It’s amazing what a change of perspective can do—and in this case, a simple camera perspective trick transforms a huge Tokyo airport into an tiny toys set fit for a playroom.

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Vimeo user darwinfish105 uploaded this footage to the video-sharing site recently after capturing large-scale activity at Japan’s Haneda International: taxiing jets, cruising cargo vehicles, and sweeping cityscape night shots of Earth’s biggest metropolis. But by combining time lapse with another technique called “tilt-shift,” darwinfish105 completely morphs the scene’s mood to look dreamlike and pocket-sized.

We’ve seem plenty of awesome tilt-shift shots before—from cityscapes to aircraft carriers to space itself. But this video is still pretty unique for the in-depth glimpse of life at a transit hub that it gives us, from baggage loading to push-back to flight routes to a beautiful sunset. It’s a day, and night, in the life of one of the busiest airports in the world (the fourth busiest, to be specific).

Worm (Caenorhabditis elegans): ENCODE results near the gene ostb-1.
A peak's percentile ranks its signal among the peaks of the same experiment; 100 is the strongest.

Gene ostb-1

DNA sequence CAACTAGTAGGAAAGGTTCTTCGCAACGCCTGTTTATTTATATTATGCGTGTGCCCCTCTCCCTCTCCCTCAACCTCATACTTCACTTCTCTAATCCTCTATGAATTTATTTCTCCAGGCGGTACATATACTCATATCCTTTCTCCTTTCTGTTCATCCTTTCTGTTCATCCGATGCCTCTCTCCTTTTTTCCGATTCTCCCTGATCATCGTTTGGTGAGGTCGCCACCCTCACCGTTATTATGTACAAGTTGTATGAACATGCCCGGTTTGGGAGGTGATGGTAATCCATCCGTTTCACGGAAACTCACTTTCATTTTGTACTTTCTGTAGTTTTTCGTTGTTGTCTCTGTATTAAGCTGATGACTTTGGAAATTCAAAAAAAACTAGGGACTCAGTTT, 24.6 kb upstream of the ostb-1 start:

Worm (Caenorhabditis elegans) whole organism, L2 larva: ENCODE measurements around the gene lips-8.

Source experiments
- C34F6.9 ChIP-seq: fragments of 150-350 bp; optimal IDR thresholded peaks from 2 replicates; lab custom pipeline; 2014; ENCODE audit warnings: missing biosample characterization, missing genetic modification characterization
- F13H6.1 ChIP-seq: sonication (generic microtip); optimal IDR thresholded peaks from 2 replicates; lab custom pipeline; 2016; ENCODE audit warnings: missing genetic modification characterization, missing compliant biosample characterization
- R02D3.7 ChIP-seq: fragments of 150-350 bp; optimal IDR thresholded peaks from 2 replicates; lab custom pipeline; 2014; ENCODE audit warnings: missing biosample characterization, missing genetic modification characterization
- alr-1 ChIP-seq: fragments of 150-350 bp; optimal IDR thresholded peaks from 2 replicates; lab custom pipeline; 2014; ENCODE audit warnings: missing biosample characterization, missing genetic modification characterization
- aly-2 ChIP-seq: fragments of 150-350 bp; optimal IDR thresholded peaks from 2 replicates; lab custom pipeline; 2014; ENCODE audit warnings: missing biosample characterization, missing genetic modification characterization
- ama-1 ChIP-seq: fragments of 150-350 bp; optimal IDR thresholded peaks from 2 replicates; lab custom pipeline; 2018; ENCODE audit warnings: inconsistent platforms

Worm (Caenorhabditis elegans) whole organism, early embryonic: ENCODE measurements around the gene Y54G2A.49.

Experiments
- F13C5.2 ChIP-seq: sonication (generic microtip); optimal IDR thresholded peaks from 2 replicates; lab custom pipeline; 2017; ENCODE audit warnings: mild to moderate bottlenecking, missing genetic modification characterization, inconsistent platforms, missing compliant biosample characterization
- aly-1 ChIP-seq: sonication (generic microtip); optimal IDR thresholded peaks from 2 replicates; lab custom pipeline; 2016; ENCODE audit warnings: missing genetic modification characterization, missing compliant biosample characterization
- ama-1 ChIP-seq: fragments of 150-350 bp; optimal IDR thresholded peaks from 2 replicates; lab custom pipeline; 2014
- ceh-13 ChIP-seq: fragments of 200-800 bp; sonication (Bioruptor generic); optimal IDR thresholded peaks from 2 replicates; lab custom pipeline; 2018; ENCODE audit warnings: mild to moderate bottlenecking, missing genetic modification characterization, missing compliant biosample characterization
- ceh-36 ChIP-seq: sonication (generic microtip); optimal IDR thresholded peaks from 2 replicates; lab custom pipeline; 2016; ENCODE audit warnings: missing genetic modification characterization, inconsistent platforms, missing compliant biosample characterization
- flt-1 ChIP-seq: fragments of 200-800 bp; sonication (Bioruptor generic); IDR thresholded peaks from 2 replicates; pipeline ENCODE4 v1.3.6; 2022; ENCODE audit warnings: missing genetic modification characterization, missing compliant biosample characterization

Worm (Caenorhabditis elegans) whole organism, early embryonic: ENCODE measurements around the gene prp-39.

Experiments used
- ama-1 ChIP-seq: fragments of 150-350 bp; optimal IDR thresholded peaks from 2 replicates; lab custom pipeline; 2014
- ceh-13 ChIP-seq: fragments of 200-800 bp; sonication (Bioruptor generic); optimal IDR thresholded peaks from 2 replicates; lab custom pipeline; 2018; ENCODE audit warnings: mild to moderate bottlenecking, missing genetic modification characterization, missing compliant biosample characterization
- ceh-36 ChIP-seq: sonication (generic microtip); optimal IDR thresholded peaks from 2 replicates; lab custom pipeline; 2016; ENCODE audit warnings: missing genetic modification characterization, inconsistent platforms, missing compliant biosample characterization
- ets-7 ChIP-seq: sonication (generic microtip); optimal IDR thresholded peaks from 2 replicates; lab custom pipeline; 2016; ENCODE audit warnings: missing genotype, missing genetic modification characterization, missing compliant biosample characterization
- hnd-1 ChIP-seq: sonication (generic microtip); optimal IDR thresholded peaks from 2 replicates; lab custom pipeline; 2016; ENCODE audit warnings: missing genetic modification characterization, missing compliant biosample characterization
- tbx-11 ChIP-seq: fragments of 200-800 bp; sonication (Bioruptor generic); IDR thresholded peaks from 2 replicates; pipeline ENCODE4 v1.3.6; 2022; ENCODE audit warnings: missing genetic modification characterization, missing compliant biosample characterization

Tilt-shift photography goes like this: To get that “toy town effect,” it involves “pointing the camera down, and then tilting the lens up,” DigitalCameraWorld.com explains. “Tilting the lens upwards means that the plane of focus moves in the opposite direction to the way that the subject is positioned, producing an extremely shallow area of sharp focus.” Clearly, sprawling subjects like huge urban areas are great for this, since the visual distortion makes places like Tokyo seem like SimCity.

Speaking of Japan, the country’s massive clothing chain Uniqlo makes arguably the internet’s most delightful use of the ol’ tilt-shift/time lapse combo on its calendar website, “miniaturizing Japan scenes from all 47 prefectures, 140 cities and 328 locations.” Seriously, you’ll waste your entire morning looking at this.

And in case you’re wondering, yes, you can create a tilt-shift effect in Photoshop. Now, get miniaturizing, my photo-savvy friends.

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[Vimeo via RocketNews24]

Images via Vimeo and Uniqlo


This post originally appeared on August 26, 2015.